Patients were randomly assigned to treatment conditions, crossing the factors of electrode placement (right unilateral [RUL] vs bilateral [BL]) and stimulus intensity (low vs high electrical dosage).38 Treatments were administered 3 times per week. Anesthetic medications included atropine (0.4 mg, intravenously), methohexital sodium (0.75 mg/kg), and succinylcholine chloride (0.5 mg/kg). A custom-modified MECTA SR-1 device (Mecta Corp, Lake Oswego, Ore) was used. The standard bifrontotemporal electrode placement was used for BL ECT and the d'Elia placement39 for RUL ECT. The empirical titration procedure40 to determine seizure threshold was conducted at the first and last treatments. The low-dosage groups received an electrical intensity just above seizure threshold at all treatments. Except for the first and last treatments, patients assigned to the high-dosage groups received an electrical intensity that was 2.5 times the seizure threshold determined in the first session treatment.

The patients, neuropsychology technicians, and clinical evaluation team were masked to the randomized assignments. The clinical evaluation team, composed of a research psychiatrist (J.P.) and social worker, completed HRSD ratings twice weekly during the ECT course and determined the number of treatments. Electroconvulsive therapy was stopped when patients were asymptomatic or did not show further improvement over at least 2 treatments. At least 10 treatments were required before classifying patients as nonresponders. This criterion was reduced to 8 treatments for patients who showed little or no improvement during the ECT course. Patients classified as responders had a decrease of at least 60% in HRSD scores immediately after ECT compared with baseline, a maximal post-ECT HRSD score of 16, and maintenance of these gains for at least 1 week after ECT while free of psychotropic medication. Nonresponders were eligible for an open crossover phase with high-dosage BL ECT. The ECT and evaluation procedures in this open phase were identical to those in the randomized phase.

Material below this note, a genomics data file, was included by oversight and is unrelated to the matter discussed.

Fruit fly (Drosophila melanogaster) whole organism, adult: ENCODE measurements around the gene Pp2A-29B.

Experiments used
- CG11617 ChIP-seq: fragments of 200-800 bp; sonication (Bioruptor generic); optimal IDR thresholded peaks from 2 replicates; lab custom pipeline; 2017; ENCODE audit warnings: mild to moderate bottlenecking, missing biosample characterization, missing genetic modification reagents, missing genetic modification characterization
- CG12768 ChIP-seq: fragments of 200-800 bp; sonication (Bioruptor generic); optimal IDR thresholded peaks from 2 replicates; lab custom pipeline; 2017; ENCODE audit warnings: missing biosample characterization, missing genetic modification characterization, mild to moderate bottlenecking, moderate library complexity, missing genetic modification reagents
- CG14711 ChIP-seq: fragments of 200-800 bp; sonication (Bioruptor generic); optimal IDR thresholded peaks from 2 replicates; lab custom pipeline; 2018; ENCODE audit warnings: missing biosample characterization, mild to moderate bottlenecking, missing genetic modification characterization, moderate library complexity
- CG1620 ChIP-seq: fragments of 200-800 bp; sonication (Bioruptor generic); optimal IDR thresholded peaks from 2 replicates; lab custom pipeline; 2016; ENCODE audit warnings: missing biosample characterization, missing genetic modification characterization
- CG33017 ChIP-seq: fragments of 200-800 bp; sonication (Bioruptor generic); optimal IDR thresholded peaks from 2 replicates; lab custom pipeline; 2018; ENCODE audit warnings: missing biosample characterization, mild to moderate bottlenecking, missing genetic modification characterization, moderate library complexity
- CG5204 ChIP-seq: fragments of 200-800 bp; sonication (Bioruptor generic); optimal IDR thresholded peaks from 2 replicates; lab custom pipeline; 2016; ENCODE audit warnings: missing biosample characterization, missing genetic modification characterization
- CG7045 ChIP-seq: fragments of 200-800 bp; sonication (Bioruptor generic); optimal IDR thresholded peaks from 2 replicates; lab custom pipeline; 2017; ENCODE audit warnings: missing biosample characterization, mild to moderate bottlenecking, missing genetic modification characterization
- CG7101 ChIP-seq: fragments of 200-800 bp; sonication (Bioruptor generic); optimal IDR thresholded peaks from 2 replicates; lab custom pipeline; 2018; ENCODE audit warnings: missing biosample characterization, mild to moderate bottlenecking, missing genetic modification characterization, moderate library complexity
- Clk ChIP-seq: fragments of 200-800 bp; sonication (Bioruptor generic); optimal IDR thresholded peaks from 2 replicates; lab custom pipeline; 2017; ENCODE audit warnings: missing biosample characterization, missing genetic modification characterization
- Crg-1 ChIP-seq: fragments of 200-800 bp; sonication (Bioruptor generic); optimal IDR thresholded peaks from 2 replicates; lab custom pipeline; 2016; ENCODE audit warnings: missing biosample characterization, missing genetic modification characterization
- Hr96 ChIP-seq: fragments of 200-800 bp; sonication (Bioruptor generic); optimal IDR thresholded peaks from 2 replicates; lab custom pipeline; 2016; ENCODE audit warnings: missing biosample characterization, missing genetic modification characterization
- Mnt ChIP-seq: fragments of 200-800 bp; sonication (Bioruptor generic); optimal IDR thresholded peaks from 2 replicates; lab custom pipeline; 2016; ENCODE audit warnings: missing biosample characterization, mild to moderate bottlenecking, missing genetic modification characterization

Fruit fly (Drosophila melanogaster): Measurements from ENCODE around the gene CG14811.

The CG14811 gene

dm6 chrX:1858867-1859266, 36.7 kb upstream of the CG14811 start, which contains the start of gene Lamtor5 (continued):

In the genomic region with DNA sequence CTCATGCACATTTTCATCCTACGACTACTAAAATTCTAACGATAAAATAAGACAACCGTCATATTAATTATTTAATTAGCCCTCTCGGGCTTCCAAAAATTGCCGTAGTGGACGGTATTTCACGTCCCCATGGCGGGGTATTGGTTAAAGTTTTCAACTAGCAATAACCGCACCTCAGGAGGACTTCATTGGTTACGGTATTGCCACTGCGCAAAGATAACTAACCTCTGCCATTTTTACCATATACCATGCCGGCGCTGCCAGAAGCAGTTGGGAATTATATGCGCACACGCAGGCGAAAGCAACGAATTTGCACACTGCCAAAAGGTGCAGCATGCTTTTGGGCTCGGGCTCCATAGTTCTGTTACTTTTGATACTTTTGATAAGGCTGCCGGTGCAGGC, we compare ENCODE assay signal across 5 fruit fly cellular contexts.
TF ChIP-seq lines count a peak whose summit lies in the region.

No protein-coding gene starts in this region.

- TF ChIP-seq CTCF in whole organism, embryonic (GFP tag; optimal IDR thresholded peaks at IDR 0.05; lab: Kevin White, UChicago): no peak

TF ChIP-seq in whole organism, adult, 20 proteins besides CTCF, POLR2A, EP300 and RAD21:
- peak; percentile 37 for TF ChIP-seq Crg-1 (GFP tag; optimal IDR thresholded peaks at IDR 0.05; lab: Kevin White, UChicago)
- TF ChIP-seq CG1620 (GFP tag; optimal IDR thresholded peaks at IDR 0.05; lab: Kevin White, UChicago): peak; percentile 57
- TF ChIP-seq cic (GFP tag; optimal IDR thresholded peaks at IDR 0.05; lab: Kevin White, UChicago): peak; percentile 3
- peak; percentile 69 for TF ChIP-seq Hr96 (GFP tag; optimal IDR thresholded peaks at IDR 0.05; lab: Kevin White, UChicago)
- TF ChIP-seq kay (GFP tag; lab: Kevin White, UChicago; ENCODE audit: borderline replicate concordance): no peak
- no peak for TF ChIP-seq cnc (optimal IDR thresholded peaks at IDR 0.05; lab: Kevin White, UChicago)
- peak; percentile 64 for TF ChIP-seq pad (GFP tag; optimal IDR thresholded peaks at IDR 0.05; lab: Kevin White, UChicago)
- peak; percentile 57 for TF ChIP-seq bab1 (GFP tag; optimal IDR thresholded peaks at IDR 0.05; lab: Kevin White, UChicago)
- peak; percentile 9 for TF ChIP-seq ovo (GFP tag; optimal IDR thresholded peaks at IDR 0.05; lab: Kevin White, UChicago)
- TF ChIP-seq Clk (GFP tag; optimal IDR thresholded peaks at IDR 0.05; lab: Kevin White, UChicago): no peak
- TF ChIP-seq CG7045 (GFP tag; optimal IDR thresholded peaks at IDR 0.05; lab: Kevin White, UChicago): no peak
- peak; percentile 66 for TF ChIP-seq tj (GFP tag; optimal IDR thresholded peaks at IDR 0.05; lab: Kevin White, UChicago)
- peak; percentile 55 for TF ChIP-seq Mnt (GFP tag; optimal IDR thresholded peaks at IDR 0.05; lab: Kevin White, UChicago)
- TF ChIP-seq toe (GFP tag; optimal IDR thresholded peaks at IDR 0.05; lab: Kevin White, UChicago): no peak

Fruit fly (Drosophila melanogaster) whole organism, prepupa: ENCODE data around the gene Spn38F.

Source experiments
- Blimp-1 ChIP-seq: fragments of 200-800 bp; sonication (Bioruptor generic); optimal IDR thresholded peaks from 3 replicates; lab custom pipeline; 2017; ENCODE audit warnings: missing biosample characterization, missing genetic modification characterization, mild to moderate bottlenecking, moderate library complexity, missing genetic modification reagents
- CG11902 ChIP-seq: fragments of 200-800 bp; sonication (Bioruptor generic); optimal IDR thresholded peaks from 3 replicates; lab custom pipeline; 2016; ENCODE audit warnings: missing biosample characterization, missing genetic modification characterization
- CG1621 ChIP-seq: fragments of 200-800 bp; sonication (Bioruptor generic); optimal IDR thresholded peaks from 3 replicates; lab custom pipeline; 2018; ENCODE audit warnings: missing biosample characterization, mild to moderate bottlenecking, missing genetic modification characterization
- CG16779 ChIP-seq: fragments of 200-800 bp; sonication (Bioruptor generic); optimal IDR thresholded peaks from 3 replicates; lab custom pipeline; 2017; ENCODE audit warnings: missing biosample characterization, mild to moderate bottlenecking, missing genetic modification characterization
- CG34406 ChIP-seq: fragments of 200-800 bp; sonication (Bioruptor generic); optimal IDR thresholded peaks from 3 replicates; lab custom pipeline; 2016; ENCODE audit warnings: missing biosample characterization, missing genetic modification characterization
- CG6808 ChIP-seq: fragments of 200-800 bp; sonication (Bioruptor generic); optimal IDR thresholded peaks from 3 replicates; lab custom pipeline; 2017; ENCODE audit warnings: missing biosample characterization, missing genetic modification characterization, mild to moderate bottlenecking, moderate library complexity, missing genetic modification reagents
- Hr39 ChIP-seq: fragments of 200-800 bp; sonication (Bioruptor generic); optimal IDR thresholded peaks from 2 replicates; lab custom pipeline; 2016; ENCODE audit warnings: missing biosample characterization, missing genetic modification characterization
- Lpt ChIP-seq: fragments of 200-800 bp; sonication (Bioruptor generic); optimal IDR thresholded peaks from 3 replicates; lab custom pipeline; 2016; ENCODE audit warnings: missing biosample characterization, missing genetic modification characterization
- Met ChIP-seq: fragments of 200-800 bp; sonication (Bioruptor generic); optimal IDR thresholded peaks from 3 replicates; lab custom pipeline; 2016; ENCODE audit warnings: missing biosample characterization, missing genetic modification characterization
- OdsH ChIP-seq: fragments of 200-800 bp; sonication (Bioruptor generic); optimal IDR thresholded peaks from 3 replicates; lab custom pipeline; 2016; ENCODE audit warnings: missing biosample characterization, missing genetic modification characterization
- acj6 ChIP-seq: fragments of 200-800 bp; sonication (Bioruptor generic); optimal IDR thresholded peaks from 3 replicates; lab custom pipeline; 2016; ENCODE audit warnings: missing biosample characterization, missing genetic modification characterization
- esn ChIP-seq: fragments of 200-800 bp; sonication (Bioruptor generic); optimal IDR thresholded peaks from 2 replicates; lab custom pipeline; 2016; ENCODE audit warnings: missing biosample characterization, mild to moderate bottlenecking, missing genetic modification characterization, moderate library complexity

ASSESSMENT INTERVALS

All 55 patients were retested with the PIMT during the week after the randomized treatment phase, while free of psychotropic medications. Thirty-three patients completed the PIMT 8 weeks after ECT (randomized or crossover treatment), while receiving continuation pharmacotherapy with heterogeneous regimens. The most common treatment regimen was with a tricyclic antidepressant, either alone (n=16) or in combination with lithium carbonate (n=6). Other regimens included selective serotonin reuptake inhibitors (n=5), lithium (n=8), monoamine oxidase inhibitors (n=3), neuroleptics (n=4), and benzodiazepines (n=7).

Twenty-three of the 36 controls were retested after a mean (SD) of 35.5 (9.3) days, simulating the interval to post-ECT testing of the inpatients (mean [SD], 32.2 [12.7] days; t76=1.1; P=.27). Nineteen controls were tested on a third occasion, simulating the 2-month follow-up testing of patients. Since 12 patients received crossover treatment, the interval between post-ECT and 2-month follow-up testing was longer for patients than controls (patients: mean [SD], 74.2 [20.2] days; controls: mean [SD], 58.5 [8.2] days; t50=3.2; P=.002).

THE PIMT
Task Structure

The PIMT task structure was identical for the personal and impersonal components. Subjects recalled discrete events that occurred within the past 4 years. Five categories of both personal events (gifts given or received, illnesses in family members or friends, major purchases made, trips taken to places at least 50 miles away, and restaurants visited) and impersonal events (births and deaths of famous people, political changes, court cases or trials, natural and man-made disasters, and other major news stories) were used. For each category, subjects recalled as many unique events as possible, up to a maximum of 20 unique events. After recalling events (completing a category), subjects reported the month and year each event occurred. After completion of all 5 categories in the personal or impersonal component, the most recent and most remote (temporally distant) events were identified, based on the subjective time estimates. Subjects then provided as many details as possible about these recent and remote personal and impersonal events. All the recent events were dated as occurring within 3 months of the baseline assessment and all remote events were dated as occurring at least 3 years earlier.